I got some interesting feedback from my previous post. Several people were surprised to hear of a church handling a leadership transition is such a healthy and even joyful manner. Some were concerned my continuing presence would hamper the leaders of the new pastor. Others were thinking my presence might stifle new ways of thinking. I could see that and the leadership, including the new pastor, and I have talked about this at length. We have established strong boundaries and opportunities for those same leaders to be able to tell me my presence is no longer helpful.
I’m pretty self aware, so chances are I would notice it before they did. While we don’t have many examples of this kind of leadership transition, it does happen. In the secular world, CEO’s step down and remain on the board. College presidents retire and stay on campus in some kind of advisory role. Like I said, it may not happen much, but it does happen.
So, let’s begin with the obvious: I have to go to church somewhere.
I want to go to Brentwood Baptist Church. I have family here, both natural and spiritual. I get to see my grandkids when I go to church here. I love the music and the ministries of our church. With all that, we’re still dealing with a new, but undeniable truth. I’m not in charge anymore. We can have the “was I ever in charge debate” on another day, but right now, everybody knows I’m no longer the senior pastor of Brentwood Baptist Church. That changes things.
For one thing, I’m having to learn to be a good church member. I need to find my place in the body life of the church. I need to be connected to a life group. I need to tithe. I need to participate in worship services. And I need to stay on my side of the lines.
What do I mean by that?
I mean there are rules about how to be a good church member when you were the pastor. What are some of those rules? Here are a couple that quickly come to mind.
1. I won’t entertain gossip. If someone begins to tell me things about current leadership or another church member, I will reply, “What did they say when you talked to them as we’re commanded to do in the Scriptures?” Nothing tears a church up faster than gossip. I won’t be part of it.
2. I won’t criticize the pastor or leadership of the church. Period. If I have something to say, I’ll say it directly to them. I still have their phone numbers.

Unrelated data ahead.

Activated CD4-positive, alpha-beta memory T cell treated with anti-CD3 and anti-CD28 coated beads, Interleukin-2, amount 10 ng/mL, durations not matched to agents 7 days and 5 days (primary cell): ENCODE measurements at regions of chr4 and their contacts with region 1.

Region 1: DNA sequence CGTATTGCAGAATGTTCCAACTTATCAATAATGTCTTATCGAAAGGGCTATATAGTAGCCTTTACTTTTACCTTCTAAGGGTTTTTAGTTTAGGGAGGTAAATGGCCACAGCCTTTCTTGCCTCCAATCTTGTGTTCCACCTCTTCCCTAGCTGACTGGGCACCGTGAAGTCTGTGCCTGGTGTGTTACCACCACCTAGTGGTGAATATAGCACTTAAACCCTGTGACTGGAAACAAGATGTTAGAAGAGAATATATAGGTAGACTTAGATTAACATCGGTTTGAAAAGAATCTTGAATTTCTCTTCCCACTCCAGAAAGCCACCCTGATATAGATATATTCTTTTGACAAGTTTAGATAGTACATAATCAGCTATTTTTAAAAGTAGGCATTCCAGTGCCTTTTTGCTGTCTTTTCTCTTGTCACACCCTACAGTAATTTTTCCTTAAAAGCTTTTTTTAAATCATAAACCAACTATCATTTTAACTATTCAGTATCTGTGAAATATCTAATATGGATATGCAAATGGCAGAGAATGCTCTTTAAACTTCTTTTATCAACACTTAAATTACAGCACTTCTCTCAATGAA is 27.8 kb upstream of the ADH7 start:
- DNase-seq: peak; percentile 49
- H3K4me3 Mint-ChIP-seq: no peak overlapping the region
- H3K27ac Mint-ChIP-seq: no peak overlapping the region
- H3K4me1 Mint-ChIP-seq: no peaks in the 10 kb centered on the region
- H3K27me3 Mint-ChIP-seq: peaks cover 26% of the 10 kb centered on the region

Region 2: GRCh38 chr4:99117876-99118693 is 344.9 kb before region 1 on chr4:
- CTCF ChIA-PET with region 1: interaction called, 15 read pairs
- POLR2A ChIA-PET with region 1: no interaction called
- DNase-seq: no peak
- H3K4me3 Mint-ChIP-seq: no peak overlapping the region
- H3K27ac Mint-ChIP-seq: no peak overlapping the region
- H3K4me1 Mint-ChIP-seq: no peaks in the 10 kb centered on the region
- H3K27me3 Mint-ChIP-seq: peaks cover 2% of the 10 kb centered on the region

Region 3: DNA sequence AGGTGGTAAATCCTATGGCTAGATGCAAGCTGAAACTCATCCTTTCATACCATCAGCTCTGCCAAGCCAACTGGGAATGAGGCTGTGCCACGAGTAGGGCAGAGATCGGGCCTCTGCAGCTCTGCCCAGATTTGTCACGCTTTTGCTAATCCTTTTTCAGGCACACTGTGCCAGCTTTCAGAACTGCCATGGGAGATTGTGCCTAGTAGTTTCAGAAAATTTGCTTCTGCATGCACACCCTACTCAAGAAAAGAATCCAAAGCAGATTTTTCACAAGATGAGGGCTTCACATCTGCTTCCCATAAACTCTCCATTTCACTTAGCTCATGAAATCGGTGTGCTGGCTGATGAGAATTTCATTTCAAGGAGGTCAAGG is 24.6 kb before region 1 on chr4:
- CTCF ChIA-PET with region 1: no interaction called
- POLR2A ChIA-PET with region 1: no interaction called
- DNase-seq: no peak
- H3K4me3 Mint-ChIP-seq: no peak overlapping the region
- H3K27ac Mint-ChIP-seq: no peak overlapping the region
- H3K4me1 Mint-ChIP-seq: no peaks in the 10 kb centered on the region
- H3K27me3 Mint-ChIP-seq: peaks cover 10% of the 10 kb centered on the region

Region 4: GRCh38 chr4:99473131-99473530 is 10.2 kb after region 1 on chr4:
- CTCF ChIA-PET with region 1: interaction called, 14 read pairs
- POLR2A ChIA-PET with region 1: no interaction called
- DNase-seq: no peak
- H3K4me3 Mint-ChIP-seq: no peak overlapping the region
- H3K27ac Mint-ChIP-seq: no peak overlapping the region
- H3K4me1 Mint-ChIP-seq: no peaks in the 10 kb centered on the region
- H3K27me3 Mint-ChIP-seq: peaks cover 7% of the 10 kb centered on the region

3. I won’t criticize decisions. For one reason, I no longer have the inside information that guided that decision. So, while everyone assumes I have the scoop. I don’t. Not only that, I don’t want to know anymore.
4. I need to find my place, get there and get to work just like every other member of Brentwood Baptist Church. After all, it’s not about me or the new pastor. It’s about the mission. If I can be helpful in accomplishing that mission, I want to be involved. If the time comes when I’m no longer helpful to the mission of the church, it’ll be time for me to move on. I want to find the place where I can be of the best service to Christ — wherever that is. I want to be a good member of Brentwood Baptist Church. I want to encourage and strengthen the people around me. There’s enough negativity in the world and I don’t need to add to it. I don’t want to be on the “inside” anymore. I don’t want to know the scoop. I want to be left alone to live my life.
For all the books we have on leadership, we need to have more books on being good followers. I’m learning to be a good follower. I still have my place in the church, but it’s further back in the line. I’m not in front of it anymore. And that’s OK. Not only is it OK, it’s good. In fact, it’s very good for our church and for me. I’ll visit friends in the hospital and go to the funeral home when my friends lose someone they love., but I will only go as friend. I won’t go as their pastor. They have a pastor and it’s not me. I won’t do any counseling. I don’t do that anymore. Besides our church has trained and gifted counselors to point people to. I would be wrong to hinder someone who needs help if I put my ego in between them and the help they need.
If I’m involved in a funeral service, it will be at the invitation of the pastor. That goes for everything else in the church as well. If I’m there, it will be because the pastor asked me to be there. Otherwise, I’ll be doing other things. Yes, I’ll be at church. I’ll come with my wife and we’ll find our seats. I’ll join the worship and listen to the sermon. I’ll get up and leave when service is over. I’ll shake some hands and talk to some friends. Then, I’ll go home.
I’m learning to be a good church member, but I won’t be the pastor. The church doesn’t need me up front anymore. The church needs me in my pew. At my age, I’m grateful to be needed anywhere…